From Sky To Space: The Story Of Jefferson Starship

via RHINO / Youtube

Key band within psychedelia and acid rock that sounded in the Californian area of ​​San Francisco during the final part of the 60s.

The Jefferson Airplanes led the vital positions of hippies, established in their combative and critical ideological manifestos in their lyrics against the usual patterns of American social behavior, and raised the flag of a youth fed up with a political context with which they did not feel identified.

The idea of ​​forming the Jefferson Airplane (name derived from the blues player Blind Lemon Jefferson) came from Marty Balin (born January 30, 1942), a singer with a delicate vocal who had been in the group The Town Criers and who his attachment to folk music had led him to share friendship with guitarist Paul Kantner (born March 17, 1941).

In the summer of 1965, Balin and Kantner were joined by singer Signe Anderson (born September 15, 1941), guitarist and vocalist Jorma Kaukonen (born December 23, 1940), bassist Jack Casady (born December 13, April 1944 – previously briefly Bob Harvey) and drummer Skip Spence (born April 18, 1946) who replaced Jerry Peloquin.

Spence had unsuccessfully tried to join the group Quicksilver Messenger Service as a guitarist.

After participating in the first Jefferson Airplane album, he left the group to found Moby Grape.

That first album was titled “Takes Off” (1966), a work they released after signing with RCA and achieving a significant popular following thanks to their live performances at Club Matrix, owned by Marty Balin.

This debut album is a Balin-dominated folk rock-based LP that went largely unnoticed by the general public, though it did chart at number 128.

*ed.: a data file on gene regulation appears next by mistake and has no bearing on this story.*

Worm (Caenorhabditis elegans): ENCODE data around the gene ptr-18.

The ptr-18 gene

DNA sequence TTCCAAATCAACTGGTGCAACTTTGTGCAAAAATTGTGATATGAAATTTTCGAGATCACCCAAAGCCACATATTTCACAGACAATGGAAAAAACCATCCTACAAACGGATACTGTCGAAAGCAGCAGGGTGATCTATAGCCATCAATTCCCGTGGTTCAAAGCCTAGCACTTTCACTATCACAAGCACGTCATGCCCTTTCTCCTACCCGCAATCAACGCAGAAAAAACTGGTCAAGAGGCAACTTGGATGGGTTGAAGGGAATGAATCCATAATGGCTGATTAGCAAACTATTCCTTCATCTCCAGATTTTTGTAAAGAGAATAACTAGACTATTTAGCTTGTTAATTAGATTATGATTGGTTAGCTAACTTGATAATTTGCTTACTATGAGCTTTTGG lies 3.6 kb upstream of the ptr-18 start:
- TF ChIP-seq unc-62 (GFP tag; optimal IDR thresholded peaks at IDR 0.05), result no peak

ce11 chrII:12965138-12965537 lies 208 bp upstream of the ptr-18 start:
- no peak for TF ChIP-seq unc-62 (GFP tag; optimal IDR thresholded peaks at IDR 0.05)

Following its release, Spence left the group, as did vocalist Signe Anderson, who was replaced by Grace Slick (born October 30, 1939), a former Great Society member.

The place on drums was taken by Spencer Dryden (born April 7, 1938), a former member of The Ashes.

Slick’s debut with the band was the pivotal “Surrealistic Pillow” (1967), probably Jefferson Airplane’s most famous work, which became a hit single thanks to two compositions Grace had written during her Great Society days, “Somebody To Love ” (number 5) and “White Rabbit” (number 8).

This album, with other songs like “Today”, “She Has Funny Cars” or “My Best Friend”, embraced psychedelic textures without losing folk-rock bases, becoming one of the most classic works of the lysergic period with its subjects on drugs and sexual hedonism.

The splendid voice of Grace Slick and the most complex and mature compositions led them to occupy privileged positions in the American box office, managing to reach number 3 on Billboard.

1967 was a great year for the band, as they triumphed at the Monterrey Festival and released a second album that further accentuated their psychedelic character, “After Bathing At Baxter’s” (1967), an experimental LP that was less commercial than the previous one (it still reached position 17) and less important as a whole, but by no means negligible, as it contains great songs like “The Ballad Of You, Me And Pooney”, “Martha”, “Rejoyce”, “Two Heads” or “Watch Her Ride ”.

“Crown Of Creation” (1968) was another excellent work that took them to number 6 on the sales charts.